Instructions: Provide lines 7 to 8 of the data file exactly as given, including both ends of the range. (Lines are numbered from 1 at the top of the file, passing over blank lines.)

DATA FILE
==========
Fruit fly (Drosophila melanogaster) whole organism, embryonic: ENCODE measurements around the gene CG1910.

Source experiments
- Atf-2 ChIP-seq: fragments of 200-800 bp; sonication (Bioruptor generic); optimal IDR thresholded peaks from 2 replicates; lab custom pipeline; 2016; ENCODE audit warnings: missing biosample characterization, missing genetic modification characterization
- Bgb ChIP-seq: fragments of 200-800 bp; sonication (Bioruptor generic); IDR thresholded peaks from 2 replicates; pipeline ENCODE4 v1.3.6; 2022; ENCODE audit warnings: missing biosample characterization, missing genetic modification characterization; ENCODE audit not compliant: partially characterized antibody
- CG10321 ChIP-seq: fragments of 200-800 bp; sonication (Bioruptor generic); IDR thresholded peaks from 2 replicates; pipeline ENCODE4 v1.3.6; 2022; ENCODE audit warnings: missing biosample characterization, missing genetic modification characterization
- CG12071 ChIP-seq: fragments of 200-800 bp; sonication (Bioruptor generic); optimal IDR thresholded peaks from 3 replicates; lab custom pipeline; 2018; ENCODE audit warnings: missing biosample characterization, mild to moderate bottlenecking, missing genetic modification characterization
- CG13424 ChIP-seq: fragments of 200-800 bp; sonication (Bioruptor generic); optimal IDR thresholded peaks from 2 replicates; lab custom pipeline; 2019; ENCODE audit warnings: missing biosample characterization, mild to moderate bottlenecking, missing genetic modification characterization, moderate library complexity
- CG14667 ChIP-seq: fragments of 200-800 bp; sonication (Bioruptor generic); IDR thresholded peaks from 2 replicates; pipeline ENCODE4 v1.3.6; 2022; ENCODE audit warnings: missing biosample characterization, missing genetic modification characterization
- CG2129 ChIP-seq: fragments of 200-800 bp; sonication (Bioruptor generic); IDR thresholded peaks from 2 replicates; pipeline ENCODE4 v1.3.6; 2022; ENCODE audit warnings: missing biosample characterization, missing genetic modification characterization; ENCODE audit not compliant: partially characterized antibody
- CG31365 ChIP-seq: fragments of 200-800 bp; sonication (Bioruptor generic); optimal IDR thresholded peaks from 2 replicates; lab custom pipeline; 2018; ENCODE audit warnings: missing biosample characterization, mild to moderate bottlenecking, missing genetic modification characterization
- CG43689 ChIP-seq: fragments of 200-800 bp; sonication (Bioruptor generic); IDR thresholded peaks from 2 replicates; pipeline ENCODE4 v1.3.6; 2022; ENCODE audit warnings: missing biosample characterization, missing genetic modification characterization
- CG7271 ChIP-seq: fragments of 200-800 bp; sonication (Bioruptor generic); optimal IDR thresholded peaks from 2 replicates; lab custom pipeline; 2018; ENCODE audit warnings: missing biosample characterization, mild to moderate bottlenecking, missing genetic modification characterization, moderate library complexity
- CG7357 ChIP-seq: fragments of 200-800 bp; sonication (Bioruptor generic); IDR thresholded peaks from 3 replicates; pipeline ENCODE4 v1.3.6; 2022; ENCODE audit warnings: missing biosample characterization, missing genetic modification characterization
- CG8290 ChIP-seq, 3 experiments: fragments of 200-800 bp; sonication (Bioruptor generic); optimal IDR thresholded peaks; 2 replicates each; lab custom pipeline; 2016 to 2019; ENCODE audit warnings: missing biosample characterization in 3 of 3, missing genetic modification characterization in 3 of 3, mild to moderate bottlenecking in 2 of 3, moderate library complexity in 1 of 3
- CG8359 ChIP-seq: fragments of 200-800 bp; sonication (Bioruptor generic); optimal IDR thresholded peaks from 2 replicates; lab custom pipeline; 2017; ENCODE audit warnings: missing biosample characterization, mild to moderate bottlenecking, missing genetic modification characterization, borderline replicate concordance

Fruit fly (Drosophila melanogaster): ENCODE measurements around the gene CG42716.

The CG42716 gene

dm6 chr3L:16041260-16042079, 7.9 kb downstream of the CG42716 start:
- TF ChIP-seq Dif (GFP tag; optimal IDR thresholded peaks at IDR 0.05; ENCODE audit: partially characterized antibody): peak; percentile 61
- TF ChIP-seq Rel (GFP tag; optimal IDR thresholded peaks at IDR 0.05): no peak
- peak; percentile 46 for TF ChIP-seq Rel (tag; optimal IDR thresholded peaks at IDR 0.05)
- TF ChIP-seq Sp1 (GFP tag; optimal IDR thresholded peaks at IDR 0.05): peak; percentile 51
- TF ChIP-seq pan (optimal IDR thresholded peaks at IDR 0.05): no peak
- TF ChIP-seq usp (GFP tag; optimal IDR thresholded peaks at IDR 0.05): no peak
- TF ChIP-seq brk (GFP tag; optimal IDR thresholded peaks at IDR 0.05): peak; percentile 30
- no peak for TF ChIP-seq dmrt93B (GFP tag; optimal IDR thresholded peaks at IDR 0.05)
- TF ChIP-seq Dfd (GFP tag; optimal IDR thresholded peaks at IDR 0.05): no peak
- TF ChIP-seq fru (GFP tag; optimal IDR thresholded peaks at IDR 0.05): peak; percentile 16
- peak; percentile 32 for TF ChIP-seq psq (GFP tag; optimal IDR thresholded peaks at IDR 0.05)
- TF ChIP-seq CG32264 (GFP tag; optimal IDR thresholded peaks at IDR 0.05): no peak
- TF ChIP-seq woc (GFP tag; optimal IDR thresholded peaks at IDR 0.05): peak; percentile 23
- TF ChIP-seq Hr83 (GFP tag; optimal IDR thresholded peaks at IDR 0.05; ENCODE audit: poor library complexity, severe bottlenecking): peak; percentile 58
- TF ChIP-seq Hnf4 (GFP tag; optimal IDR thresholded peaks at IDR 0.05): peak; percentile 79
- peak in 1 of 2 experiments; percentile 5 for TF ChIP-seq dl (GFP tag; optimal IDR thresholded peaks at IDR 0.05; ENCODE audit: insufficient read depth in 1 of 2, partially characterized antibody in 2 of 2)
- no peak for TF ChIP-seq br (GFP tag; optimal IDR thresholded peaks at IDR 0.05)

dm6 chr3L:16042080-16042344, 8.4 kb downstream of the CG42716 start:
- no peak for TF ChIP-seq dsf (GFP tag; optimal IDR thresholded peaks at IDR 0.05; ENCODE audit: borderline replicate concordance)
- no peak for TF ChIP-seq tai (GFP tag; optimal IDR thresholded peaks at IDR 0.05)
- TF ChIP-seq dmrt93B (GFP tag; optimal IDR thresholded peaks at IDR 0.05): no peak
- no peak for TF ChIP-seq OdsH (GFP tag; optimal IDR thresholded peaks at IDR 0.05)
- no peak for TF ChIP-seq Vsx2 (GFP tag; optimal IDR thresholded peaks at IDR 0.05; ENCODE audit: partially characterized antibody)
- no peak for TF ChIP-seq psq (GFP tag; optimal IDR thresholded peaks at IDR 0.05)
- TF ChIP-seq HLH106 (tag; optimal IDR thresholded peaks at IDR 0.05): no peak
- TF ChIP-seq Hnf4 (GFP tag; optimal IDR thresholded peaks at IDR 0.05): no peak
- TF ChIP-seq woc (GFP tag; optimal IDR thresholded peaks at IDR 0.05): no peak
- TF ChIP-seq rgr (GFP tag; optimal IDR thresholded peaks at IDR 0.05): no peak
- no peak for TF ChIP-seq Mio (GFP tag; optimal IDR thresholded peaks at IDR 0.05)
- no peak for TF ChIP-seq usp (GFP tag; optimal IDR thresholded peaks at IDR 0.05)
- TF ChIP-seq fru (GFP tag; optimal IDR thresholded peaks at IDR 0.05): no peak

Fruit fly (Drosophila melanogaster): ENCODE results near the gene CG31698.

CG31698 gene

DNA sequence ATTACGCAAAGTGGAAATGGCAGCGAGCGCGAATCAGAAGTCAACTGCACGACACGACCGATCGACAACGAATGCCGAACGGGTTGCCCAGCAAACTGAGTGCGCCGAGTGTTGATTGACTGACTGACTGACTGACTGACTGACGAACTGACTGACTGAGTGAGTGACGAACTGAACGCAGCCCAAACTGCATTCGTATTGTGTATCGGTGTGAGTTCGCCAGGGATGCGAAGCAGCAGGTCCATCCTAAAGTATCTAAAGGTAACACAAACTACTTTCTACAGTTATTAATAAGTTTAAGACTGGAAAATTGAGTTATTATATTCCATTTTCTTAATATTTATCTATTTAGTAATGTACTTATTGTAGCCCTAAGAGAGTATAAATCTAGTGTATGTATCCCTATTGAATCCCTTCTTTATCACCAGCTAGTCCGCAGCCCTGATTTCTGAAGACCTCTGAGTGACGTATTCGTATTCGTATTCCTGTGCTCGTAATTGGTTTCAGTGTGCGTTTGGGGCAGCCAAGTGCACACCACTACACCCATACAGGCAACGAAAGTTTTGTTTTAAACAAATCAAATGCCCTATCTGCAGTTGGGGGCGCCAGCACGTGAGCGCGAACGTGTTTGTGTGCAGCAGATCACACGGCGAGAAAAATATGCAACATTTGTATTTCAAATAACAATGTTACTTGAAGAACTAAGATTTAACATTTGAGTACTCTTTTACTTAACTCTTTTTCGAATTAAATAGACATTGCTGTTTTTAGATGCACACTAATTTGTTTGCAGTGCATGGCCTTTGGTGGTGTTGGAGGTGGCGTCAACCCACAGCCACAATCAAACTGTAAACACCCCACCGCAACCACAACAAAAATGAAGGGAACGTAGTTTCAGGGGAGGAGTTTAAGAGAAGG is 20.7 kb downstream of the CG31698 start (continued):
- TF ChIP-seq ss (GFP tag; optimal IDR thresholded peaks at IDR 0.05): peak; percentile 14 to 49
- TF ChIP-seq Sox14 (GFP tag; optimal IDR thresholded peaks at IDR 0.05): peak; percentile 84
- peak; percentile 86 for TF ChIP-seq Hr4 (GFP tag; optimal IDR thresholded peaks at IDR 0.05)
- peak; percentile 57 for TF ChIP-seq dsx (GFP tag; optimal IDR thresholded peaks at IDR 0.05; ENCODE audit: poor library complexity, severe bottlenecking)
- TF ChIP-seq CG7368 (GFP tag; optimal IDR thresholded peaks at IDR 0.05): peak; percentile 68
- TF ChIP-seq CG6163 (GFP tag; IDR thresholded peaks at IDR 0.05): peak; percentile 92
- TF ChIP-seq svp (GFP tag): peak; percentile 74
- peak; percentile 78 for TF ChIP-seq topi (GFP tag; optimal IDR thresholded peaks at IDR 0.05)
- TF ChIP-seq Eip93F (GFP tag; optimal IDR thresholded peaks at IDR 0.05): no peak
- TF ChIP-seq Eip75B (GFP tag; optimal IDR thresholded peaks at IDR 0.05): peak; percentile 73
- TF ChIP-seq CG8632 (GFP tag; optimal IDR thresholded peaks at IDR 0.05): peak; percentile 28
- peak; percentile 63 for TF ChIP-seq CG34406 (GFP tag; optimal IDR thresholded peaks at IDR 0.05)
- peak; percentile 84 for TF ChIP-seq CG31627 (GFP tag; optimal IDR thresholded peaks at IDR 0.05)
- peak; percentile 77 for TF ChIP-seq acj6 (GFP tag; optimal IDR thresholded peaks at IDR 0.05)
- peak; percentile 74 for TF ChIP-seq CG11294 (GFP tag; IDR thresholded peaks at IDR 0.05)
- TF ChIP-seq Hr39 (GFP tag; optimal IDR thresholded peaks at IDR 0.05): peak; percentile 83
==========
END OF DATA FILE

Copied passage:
- CG13424 ChIP-seq: fragments of 200-800 bp; sonication (Bioruptor generic); optimal IDR thresholded peaks from 2 replicates; lab custom pipeline; 2019; ENCODE audit warnings: missing biosample characterization, mild to moderate bottlenecking, missing genetic modification characterization, moderate library complexity
- CG14667 ChIP-seq: fragments of 200-800 bp; sonication (Bioruptor generic); IDR thresholded peaks from 2 replicates; pipeline ENCODE4 v1.3.6; 2022; ENCODE audit warnings: missing biosample characterization, missing genetic modification characterization